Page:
Some might counter this and say “Well customers don’t know what they actually want”. You need to ask yourself if you interpreted them right. When customers in the 90s said they wanted bigger TVs, many took this literally and made ridiculously sized screens. It took piece of real insight to say “hold on, do they want a bigger screen or a better picture?” Say hello to High Definition TV!

You need to interpret the research to get to the right answer. Customers don’t know everything about the latest technology but will certainly point you in the right direction.

Insight doesn't stop there

Once you have understood the customer needs, you’re in prime position to be creative and come up with great ideas that customers might want.

Some ideas will be good, some bad. Got some ideas? Then go test them. Mock up an adcept and test it with customers through VoxPopMe, a web survey or in person with customers. Create a Lean Startup style landing page, tweet it, advertise it on Facebook etc. There is a great story in Dan’s book on how a team made one of these and pretended it was by a competitor to get attention in the boardroom.

You have to stay close to the customer throughout the innovation process — that means constantly testing and iterating. Techniques will vary depending on what you are testing but you can’t design around a survey or a focus group.

And if you’ve done it properly, you won’t end up with banking on an Oculus Rift, Pepsi AM, Google Wave or a newspaper app for Apple Watch.

And if that’s not enough — say hello to Market Gravity. It’s what we do — Discover the true customer need, Design a great customer led proposition and Deliver a fully tested and robust prototype.

The US Airline Industry is broken, it's about time someone fixed it

“Offer the best to the passengers and people will fly with you”, says Sheikh Ahmed, Chairman of Emirates.

I read this statement as part of an article on a recent story about US airlines trying to stop Middle Eastern carriers operating direct flights from Europe to the USA. You can understand why he said it based upon the experience flying in North America – something I’ve been doing a lot of lately.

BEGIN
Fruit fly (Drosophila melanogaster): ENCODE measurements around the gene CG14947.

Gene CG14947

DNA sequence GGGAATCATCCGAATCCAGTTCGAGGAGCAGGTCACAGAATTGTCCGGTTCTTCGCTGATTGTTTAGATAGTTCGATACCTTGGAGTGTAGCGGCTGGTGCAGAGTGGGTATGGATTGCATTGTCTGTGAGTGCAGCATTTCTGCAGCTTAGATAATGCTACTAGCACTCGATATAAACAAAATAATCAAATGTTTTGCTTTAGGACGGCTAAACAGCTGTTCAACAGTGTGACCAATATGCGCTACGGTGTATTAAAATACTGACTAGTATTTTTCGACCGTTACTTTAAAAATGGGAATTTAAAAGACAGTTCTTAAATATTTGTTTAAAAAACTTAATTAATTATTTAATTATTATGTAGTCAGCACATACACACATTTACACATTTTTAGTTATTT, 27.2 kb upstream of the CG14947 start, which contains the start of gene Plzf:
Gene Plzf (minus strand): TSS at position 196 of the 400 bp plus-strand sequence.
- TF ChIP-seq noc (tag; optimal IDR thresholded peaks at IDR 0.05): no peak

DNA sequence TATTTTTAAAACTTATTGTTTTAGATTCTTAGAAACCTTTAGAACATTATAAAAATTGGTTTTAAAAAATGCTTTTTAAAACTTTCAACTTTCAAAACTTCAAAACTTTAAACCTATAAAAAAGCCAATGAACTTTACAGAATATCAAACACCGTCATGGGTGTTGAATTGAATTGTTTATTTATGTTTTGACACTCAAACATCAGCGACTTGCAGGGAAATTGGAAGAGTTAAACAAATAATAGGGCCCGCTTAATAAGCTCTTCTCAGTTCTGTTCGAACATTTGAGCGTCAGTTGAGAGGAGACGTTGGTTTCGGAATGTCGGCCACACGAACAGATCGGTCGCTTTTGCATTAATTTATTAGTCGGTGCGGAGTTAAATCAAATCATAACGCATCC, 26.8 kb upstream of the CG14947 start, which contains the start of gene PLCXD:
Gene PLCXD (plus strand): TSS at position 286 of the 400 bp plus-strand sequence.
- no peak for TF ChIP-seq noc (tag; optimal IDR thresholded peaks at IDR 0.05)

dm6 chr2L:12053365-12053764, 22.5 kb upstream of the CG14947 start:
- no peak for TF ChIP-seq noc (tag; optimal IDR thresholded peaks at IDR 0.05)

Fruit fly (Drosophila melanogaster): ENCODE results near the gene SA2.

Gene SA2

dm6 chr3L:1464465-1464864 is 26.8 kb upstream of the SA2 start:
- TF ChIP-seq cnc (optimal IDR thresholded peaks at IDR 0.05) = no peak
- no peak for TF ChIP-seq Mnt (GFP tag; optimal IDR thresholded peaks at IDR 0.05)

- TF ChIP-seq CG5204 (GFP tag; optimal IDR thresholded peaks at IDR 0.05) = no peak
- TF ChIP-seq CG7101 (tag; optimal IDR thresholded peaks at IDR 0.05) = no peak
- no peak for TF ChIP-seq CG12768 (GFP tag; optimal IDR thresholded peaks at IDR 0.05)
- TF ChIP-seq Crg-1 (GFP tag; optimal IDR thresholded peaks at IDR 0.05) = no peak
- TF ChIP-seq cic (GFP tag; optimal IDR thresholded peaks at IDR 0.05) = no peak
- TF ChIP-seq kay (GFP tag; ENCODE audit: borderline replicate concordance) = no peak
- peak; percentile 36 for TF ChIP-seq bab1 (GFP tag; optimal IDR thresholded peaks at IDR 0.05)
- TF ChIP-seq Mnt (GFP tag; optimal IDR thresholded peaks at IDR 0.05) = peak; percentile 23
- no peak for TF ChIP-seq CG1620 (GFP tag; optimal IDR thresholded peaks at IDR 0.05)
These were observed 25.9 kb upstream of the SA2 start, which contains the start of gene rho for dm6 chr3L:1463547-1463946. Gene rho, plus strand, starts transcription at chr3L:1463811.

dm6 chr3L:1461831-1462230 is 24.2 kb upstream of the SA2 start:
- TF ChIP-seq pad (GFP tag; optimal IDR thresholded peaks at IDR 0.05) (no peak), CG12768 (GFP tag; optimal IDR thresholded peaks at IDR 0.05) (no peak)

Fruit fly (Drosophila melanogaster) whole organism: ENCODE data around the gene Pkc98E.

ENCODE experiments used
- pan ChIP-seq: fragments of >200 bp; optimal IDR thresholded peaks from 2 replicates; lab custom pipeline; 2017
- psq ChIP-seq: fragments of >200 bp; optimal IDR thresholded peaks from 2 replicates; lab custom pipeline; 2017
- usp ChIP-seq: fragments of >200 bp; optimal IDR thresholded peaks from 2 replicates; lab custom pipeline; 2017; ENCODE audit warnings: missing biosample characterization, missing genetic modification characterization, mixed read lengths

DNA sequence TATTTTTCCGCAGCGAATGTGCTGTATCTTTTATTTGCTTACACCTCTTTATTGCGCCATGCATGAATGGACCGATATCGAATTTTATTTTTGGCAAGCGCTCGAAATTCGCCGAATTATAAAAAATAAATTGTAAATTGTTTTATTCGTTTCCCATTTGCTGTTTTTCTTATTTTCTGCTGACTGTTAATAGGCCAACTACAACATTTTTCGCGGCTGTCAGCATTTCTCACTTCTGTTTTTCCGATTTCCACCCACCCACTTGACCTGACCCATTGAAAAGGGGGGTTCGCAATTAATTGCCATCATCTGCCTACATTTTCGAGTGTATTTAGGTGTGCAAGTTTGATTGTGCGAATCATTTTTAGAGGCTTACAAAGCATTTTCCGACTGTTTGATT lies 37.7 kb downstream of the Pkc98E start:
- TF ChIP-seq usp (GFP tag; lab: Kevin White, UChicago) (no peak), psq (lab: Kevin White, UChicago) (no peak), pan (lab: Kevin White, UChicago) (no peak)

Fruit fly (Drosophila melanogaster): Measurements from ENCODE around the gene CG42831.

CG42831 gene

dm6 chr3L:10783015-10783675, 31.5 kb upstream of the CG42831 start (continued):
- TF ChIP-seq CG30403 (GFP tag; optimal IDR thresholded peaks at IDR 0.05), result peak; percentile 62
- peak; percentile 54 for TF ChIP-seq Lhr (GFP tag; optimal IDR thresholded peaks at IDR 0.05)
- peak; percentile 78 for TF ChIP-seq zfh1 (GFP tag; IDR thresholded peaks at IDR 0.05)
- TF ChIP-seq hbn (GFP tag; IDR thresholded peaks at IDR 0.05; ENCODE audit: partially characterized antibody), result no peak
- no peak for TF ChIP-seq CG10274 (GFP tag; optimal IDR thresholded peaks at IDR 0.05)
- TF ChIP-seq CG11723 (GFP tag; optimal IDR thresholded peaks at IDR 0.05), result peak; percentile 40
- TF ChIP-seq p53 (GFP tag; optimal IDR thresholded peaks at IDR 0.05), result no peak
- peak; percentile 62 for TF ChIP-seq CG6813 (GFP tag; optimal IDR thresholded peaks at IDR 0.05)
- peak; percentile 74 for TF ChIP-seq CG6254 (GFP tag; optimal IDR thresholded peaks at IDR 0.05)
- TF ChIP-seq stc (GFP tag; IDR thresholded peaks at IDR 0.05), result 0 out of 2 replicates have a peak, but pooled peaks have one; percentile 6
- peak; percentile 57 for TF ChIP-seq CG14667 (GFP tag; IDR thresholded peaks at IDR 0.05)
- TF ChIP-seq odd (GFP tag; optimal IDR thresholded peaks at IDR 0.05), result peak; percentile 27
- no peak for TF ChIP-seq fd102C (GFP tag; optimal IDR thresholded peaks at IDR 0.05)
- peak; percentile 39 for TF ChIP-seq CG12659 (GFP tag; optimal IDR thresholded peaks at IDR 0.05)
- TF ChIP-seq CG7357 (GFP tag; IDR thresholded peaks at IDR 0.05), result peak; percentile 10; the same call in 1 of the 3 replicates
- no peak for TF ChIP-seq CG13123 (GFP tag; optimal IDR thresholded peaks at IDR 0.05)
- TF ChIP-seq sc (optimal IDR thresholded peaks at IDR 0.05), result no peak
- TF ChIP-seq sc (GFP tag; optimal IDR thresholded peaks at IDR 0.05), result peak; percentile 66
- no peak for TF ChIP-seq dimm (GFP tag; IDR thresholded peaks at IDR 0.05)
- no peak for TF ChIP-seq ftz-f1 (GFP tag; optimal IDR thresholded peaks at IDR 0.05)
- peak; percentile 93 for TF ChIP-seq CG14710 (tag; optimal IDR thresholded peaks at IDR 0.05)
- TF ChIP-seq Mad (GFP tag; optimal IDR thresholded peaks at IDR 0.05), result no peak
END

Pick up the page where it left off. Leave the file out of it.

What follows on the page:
Now before I go on a rant, I’d like to point out I’m a big fan of budget air travel. If I’m in Europe I’ll still choose to fly with Ryanair over a flag carrier because it’s just so cheap.

In the US, cheap isn’t really an option yet the service on all the major carriers is pretty much as bad as or worse than Ryanair. JetBlue until recently used to be the last bastion of a customer focussed experience but scrapped this under pressure from investors and quickly added 4% to the share price by announcing baggage fees and tighter leg room.

You may ask why is this important? Well America, air travel sucks. Every carrier has chopped leg room, flies aging old aircraft, charges for baggage and provides ‘customer service’ that may as well not exist. The aim of this has been to boost ancillary revenue and cut costs. The impact of that is we’re approaching a race to the bottom.

Now when I book a trip to the US I’m looking for the lowest fare. End of. I have no loyalty to any carrier, I get little in return – only those flying business class every week really benefit. So while the analysts on Wall Street might like this for short term gain, over the long term airlines aren’t building loyal customer relationships.

Now look at Ryanair again. After years re-writing the rule book of European aviation, squeezing every last penny of costs out of the business, charging low fares and profiting from ancillary revenue they hit a wall. Customers decided it wasn’t worth the hassle and were switching to the likes of EasyJet who offered a less stressful and (slightly) more meaningful experience with happier staff and an EasyJet Plus programme.